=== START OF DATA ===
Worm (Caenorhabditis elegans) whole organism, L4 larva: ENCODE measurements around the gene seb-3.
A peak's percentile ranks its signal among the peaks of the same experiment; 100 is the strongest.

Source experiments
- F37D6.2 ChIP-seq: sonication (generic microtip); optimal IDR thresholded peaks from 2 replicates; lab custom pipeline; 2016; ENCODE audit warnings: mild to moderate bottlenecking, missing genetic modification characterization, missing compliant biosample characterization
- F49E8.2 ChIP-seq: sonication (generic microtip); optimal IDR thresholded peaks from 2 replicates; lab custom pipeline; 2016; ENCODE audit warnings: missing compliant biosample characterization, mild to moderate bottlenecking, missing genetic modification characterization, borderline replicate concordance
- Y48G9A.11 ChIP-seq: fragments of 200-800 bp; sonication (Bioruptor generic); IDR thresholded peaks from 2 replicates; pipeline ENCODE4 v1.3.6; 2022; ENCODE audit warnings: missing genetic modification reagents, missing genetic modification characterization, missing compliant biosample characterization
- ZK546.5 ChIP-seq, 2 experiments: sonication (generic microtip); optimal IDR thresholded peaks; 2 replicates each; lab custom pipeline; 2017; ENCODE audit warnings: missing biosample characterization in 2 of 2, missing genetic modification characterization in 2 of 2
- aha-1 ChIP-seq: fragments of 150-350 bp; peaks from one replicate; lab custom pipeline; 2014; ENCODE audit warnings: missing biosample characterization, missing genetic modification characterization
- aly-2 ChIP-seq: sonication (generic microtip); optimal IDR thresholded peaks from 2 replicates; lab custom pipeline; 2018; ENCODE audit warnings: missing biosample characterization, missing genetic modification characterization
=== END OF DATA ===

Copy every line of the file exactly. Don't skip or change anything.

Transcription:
Worm (Caenorhabditis elegans) whole organism, L4 larva: ENCODE measurements around the gene seb-3.
A peak's percentile ranks its signal among the peaks of the same experiment; 100 is the strongest.

Source experiments
- F37D6.2 ChIP-seq: sonication (generic microtip); optimal IDR thresholded peaks from 2 replicates; lab custom pipeline; 2016; ENCODE audit warnings: mild to moderate bottlenecking, missing genetic modification characterization, missing compliant biosample characterization
- F49E8.2 ChIP-seq: sonication (generic microtip); optimal IDR thresholded peaks from 2 replicates; lab custom pipeline; 2016; ENCODE audit warnings: missing compliant biosample characterization, mild to moderate bottlenecking, missing genetic modification characterization, borderline replicate concordance
- Y48G9A.11 ChIP-seq: fragments of 200-800 bp; sonication (Bioruptor generic); IDR thresholded peaks from 2 replicates; pipeline ENCODE4 v1.3.6; 2022; ENCODE audit warnings: missing genetic modification reagents, missing genetic modification characterization, missing compliant biosample characterization
- ZK546.5 ChIP-seq, 2 experiments: sonication (generic microtip); optimal IDR thresholded peaks; 2 replicates each; lab custom pipeline; 2017; ENCODE audit warnings: missing biosample characterization in 2 of 2, missing genetic modification characterization in 2 of 2
- aha-1 ChIP-seq: fragments of 150-350 bp; peaks from one replicate; lab custom pipeline; 2014; ENCODE audit warnings: missing biosample characterization, missing genetic modification characterization
- aly-2 ChIP-seq: sonication (generic microtip); optimal IDR thresholded peaks from 2 replicates; lab custom pipeline; 2018; ENCODE audit warnings: missing biosample characterization, missing genetic modification characterization